I haven’t done a book review in a while, so this week I’m taking a look at February’s Sword & Laser Book Club pick. Also, on top of the earlier review, I do get into some spoilers regarding the plot’s reveals in the second half of the video, if you want something more in-depth.

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The Akudama of Akudama Drive; Clockwise from Top: Doctor, Courier, Brawler, Cutthroat, Hacker, Hoodlum. Not pictured: Ordinary Person/Swindler

We occasionally get new Cyberpunk anime every now and then, though usually, the protagonists of those series have some degree of… license by the establishment. The Major in Ghost in the Shell is a government agent. So are the protagonists of Cyber City Oedo 808. The Knight Sabers from Bubblegum Crisis are superhero mercenaries who contract with the government. Rare are the cyberpunk anime that have protagonists who work for hire, not only outside the law but in violation of the law. Akudama Drive is one of the series that fits that theme, and utterly nails the concept.

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In the past I have reviewed several works from creators who are problematic, whether having previously committed sexual assault (David Eddings), or who have said very racist things and have endorsed genocide by a totalitarian dictatorship (Cixin Liu and the Chinese government’s oppression of Uyghurs), so it’s time for me to have something of a discussion of what goes into decisions of what I’m reviewing going forward, and my policies for reviewing works from problematic creators.

Also, for the record, Trans Rights are Human Rights. Black Lives Matter.

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Matter is my first step into the world of The Culture. I’ve heard bits and pieces about it through a variety of other sources, from the absurd ship names, to the concept of Outside Context Problems, to the absurdly high tech level – but I’ve never actually read a novel in the universe. While Matter is not the first book in the series, it is a pretty good jumping on point to the series.

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After completing Super Robot Wars V a year or so ago, I decided I wanted to watch some of the anime series from that show, particularly before moving on to X (along with wanting to watch a couple of the shows from X as well to set up the story for comparison). That, combined with the fact that I’d been watching various anime series on weekends with my parents, and that my mother had watched the original first season of Space Battleship Yamato while growing up in Hawaii, lead me to bump the reboot of that series up on my list.

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Cover of Battle Angel Alita: Last Order Omnibus 1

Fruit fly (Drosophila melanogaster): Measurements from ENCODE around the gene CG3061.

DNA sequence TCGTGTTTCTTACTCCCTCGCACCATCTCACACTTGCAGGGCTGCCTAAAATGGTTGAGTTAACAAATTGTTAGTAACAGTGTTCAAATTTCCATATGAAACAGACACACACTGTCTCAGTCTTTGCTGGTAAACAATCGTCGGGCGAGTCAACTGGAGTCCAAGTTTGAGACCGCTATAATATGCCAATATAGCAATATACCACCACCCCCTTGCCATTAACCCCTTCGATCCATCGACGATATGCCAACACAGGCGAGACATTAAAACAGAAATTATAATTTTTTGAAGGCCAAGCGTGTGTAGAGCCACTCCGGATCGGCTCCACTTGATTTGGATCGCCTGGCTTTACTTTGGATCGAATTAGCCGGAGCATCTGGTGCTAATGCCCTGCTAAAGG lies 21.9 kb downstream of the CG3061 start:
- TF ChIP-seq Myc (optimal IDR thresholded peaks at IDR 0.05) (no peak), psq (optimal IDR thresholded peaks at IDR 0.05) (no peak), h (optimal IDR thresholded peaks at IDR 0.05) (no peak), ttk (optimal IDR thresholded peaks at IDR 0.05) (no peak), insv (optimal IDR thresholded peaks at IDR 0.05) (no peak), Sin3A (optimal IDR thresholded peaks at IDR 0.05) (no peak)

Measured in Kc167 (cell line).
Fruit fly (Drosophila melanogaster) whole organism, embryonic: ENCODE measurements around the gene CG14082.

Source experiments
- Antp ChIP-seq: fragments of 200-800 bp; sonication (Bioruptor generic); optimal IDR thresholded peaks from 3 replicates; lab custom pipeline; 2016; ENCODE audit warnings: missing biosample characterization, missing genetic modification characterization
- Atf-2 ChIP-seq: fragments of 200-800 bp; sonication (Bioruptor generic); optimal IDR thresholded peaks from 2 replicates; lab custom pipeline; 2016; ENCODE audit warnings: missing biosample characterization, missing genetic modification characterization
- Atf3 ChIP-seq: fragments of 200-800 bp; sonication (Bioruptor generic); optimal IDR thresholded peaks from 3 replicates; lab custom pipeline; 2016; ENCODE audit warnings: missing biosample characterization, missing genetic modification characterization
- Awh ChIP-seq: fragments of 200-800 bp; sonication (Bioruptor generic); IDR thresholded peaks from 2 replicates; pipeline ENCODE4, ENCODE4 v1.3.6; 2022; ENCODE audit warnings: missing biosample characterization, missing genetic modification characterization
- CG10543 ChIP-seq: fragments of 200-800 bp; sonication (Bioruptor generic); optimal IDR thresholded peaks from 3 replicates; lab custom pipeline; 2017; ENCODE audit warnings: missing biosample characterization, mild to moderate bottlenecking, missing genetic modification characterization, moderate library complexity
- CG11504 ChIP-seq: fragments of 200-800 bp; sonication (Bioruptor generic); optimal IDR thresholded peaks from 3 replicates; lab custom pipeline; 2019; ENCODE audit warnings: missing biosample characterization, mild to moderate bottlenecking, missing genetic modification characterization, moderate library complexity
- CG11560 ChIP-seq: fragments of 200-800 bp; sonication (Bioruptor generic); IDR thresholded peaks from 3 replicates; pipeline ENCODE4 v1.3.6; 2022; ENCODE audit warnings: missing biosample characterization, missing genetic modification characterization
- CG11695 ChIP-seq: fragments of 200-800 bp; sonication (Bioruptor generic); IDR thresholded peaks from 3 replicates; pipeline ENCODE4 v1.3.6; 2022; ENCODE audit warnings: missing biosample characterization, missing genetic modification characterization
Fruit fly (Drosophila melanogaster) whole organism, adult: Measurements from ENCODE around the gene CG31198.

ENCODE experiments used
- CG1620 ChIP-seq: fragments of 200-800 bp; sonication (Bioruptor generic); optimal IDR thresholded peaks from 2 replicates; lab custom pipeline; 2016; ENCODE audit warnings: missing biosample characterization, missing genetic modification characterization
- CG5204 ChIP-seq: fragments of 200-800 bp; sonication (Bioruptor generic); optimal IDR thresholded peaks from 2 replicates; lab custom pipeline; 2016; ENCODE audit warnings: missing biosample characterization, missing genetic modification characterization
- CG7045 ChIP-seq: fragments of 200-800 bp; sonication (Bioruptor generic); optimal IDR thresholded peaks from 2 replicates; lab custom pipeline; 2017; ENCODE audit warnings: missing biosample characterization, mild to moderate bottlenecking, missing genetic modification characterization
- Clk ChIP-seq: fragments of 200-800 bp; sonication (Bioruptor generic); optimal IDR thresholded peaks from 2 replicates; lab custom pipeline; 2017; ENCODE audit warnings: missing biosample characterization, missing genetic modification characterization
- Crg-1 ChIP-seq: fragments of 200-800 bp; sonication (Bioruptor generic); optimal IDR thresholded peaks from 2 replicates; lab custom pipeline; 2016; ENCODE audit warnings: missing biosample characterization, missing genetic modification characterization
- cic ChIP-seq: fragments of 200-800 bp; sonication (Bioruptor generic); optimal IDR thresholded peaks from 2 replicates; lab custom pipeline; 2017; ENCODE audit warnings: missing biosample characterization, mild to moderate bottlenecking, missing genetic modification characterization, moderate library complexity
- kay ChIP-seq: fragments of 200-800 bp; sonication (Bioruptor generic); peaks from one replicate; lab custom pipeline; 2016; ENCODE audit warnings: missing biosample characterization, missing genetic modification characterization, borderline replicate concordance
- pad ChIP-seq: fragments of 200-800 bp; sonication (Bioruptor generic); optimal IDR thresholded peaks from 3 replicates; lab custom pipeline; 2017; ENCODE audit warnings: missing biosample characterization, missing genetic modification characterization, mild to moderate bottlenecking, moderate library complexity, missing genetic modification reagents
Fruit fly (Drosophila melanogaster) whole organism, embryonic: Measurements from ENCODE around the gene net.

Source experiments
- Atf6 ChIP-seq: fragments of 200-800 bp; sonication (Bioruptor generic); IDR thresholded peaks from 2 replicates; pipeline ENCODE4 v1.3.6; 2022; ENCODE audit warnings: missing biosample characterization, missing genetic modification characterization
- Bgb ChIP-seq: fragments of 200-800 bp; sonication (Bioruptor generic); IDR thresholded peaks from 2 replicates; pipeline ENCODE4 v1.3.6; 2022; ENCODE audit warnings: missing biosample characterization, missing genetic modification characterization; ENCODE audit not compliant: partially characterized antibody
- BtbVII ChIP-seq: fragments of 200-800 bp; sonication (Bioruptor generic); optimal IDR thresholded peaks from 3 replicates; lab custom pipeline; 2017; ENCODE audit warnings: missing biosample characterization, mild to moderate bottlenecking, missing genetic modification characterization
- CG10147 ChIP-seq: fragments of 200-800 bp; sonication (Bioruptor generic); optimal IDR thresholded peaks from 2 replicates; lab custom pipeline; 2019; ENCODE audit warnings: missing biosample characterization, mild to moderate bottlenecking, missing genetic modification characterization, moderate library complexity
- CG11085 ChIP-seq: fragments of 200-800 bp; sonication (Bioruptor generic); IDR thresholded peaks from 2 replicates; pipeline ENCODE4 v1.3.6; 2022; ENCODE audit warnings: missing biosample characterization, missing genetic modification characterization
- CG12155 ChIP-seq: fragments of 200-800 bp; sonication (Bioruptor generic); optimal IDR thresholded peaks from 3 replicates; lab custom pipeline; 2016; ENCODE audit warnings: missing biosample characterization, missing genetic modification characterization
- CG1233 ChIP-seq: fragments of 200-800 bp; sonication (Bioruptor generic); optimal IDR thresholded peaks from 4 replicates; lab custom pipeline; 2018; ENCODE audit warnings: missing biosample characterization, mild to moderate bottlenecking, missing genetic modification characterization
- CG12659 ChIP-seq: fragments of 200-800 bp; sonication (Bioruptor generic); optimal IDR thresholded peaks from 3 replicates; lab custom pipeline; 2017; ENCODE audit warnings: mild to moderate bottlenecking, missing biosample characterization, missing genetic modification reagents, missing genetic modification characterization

Battle Angel Alita ended – sort of – on an interesting note. Due to health issues, the mangaka, Yukito Kishiro, somewhat rushed the manga’s conclusion, quickly moving the story into the floating city of Zalem, before blitzing through the city coping with the revelation that everyone in the city has computer brains – and Alita ultimately ending up in control of the city. The sequel, Last Order, starts there, before going into an oddly different direction.

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Excerpt from the art of The Electric State.

The Electric State is very much a different book from Tales from the Loop and Things from the Flood. Those books had a retrospective narrative – the point of view for those books was from the viewpoint of someone looking back on events with a sense of nostalgia. The Electric State, on the other hand, has a more conventional narrative, while still having significant themes of memory, but definitely without the warmth of nostalgia.

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A while back, when I had started my fanzine with the intent of getting established science fiction fans, in particular, those who read fanzines (a demographic that is generally more likely to vote and nominate in the Hugos), to watch and nominate speculative fiction anime – I started with a list.  I gave a list of anime series that had come out since the turn of the millennium which I thought literary speculative fiction fans would enjoy. Among them was Bodacious Space Pirates, a science fiction anime which I felt took the sense of adventure and wonder that was a fixture of ‘50s and ’60s YA Space Adventure science fiction, kept that, and dropped the obsolete political and social views that fill so many works of that period. Astra: Lost in Space is the next anime that tries this and pulls it off spectacularly.

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